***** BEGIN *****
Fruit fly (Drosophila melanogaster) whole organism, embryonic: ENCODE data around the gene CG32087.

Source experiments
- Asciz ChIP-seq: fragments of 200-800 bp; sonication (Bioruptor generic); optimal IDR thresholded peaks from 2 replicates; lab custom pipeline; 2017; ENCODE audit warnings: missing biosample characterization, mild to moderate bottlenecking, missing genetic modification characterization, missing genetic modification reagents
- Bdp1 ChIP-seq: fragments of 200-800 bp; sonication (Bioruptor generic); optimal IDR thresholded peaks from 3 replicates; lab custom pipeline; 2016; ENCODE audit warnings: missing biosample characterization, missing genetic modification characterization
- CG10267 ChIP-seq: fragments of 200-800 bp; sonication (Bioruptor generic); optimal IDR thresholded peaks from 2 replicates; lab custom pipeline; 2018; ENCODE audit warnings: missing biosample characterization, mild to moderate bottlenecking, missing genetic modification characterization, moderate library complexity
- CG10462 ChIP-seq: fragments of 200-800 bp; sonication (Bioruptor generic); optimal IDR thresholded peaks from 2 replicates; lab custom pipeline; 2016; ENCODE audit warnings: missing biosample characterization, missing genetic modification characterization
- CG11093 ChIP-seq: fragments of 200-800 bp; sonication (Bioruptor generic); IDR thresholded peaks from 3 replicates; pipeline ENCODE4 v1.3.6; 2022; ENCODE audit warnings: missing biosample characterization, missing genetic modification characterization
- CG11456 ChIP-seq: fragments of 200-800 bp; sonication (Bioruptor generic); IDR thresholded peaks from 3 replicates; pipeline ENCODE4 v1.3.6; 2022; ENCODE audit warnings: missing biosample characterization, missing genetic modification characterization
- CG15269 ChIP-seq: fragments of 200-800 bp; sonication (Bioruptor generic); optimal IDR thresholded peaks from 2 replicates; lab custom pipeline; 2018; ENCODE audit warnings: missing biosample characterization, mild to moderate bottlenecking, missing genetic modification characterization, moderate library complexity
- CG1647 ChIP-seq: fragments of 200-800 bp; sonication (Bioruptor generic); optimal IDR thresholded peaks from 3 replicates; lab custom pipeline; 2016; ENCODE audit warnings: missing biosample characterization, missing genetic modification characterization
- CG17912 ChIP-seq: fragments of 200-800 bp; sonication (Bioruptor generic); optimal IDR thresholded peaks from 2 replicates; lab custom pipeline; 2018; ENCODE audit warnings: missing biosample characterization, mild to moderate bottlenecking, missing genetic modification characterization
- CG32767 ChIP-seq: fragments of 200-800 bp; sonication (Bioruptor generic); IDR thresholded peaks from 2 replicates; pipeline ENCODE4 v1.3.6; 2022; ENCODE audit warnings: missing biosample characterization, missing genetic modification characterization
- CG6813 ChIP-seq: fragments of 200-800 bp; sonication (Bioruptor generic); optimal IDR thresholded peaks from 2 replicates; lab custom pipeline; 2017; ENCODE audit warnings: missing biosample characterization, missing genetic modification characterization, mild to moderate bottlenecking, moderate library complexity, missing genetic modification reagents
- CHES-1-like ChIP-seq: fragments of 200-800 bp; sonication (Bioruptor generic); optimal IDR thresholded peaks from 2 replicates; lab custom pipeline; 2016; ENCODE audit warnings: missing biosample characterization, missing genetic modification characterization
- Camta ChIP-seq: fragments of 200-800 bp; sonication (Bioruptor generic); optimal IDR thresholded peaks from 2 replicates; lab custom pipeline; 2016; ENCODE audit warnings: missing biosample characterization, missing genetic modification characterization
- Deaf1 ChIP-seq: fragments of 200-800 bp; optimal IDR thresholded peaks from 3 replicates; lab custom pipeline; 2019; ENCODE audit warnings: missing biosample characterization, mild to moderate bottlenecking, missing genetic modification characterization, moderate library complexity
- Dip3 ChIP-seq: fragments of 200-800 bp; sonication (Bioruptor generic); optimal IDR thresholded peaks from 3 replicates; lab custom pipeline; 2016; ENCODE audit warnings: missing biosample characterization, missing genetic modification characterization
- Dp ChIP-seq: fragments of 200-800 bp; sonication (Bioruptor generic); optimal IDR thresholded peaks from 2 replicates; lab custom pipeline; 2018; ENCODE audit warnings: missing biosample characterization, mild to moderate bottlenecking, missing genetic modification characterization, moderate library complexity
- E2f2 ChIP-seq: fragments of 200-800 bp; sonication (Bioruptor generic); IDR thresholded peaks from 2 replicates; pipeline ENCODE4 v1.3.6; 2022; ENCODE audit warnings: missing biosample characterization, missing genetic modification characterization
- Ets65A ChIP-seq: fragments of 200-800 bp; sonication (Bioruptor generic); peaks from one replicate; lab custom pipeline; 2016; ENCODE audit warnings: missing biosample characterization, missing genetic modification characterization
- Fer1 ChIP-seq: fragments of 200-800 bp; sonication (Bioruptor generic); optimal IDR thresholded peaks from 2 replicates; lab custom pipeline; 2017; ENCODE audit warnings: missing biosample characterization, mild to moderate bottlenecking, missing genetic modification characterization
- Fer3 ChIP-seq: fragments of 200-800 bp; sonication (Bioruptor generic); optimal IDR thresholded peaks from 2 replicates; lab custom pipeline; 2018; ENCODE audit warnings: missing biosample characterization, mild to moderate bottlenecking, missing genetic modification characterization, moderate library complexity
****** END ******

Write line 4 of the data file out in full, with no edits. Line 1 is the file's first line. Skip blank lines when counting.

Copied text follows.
- Bdp1 ChIP-seq: fragments of 200-800 bp; sonication (Bioruptor generic); optimal IDR thresholded peaks from 3 replicates; lab custom pipeline; 2016; ENCODE audit warnings: missing biosample characterization, missing genetic modification characterization